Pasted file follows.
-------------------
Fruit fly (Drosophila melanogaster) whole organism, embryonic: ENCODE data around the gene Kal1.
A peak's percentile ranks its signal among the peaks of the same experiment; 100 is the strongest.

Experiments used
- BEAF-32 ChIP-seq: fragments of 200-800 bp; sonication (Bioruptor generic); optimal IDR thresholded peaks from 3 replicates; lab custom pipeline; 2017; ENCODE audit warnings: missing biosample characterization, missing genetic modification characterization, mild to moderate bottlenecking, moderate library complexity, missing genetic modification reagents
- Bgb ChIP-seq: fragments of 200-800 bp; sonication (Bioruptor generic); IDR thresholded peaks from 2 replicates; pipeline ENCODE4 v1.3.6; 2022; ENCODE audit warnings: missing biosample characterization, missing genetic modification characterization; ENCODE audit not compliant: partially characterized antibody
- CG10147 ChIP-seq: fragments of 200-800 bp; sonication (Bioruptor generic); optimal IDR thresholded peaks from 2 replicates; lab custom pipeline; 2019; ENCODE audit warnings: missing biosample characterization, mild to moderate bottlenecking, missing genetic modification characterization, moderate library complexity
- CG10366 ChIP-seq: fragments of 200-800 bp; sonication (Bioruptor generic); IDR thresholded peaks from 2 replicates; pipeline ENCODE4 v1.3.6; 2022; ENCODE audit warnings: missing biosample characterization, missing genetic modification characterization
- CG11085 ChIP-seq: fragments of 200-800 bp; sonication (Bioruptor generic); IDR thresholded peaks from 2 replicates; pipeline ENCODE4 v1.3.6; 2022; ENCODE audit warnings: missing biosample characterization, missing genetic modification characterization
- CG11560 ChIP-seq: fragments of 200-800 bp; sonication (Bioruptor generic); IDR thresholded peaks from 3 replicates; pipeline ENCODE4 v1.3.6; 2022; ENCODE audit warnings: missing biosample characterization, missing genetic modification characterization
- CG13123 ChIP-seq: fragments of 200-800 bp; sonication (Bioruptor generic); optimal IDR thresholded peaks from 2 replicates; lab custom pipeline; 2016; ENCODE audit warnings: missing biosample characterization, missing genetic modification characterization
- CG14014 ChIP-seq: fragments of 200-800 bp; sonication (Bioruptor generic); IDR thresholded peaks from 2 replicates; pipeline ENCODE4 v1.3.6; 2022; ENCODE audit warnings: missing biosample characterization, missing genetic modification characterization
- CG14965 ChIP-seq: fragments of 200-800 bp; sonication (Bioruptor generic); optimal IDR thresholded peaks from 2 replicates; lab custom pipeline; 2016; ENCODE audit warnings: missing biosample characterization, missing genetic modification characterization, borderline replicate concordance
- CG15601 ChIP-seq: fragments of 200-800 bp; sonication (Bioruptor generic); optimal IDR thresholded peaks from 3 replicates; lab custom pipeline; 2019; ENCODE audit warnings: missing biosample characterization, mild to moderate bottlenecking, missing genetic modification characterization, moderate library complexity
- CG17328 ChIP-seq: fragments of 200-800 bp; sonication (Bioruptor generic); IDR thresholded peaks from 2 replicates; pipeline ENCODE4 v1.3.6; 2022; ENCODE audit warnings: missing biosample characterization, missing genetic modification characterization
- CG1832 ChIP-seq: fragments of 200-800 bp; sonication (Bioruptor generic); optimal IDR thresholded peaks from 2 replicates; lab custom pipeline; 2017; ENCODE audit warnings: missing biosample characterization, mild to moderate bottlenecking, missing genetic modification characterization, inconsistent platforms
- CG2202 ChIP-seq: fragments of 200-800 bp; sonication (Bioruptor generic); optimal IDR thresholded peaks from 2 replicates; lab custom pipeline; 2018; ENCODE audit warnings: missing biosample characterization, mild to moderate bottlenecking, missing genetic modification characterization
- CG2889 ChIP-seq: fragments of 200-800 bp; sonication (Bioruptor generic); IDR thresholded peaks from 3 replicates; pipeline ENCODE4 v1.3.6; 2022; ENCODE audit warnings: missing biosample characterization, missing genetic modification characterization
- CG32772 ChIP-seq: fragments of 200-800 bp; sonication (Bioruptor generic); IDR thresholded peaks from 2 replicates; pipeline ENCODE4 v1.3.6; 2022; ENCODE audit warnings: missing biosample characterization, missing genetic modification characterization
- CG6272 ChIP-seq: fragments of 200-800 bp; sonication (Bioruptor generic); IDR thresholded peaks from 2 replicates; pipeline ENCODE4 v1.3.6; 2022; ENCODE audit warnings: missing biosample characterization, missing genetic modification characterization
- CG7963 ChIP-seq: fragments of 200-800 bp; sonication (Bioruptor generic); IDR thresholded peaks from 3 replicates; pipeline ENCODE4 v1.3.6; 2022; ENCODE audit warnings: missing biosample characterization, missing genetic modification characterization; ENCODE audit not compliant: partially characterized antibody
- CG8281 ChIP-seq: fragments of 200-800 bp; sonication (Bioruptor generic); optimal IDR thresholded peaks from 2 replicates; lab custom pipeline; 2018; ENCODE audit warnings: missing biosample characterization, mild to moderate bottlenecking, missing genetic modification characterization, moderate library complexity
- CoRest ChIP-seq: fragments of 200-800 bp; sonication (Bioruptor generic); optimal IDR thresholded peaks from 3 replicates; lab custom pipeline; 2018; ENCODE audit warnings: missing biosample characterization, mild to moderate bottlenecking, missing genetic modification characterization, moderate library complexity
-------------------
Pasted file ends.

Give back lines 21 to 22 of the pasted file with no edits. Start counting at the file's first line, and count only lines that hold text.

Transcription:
- CG8281 ChIP-seq: fragments of 200-800 bp; sonication (Bioruptor generic); optimal IDR thresholded peaks from 2 replicates; lab custom pipeline; 2018; ENCODE audit warnings: missing biosample characterization, mild to moderate bottlenecking, missing genetic modification characterization, moderate library complexity
- CoRest ChIP-seq: fragments of 200-800 bp; sonication (Bioruptor generic); optimal IDR thresholded peaks from 3 replicates; lab custom pipeline; 2018; ENCODE audit warnings: missing biosample characterization, mild to moderate bottlenecking, missing genetic modification characterization, moderate library complexity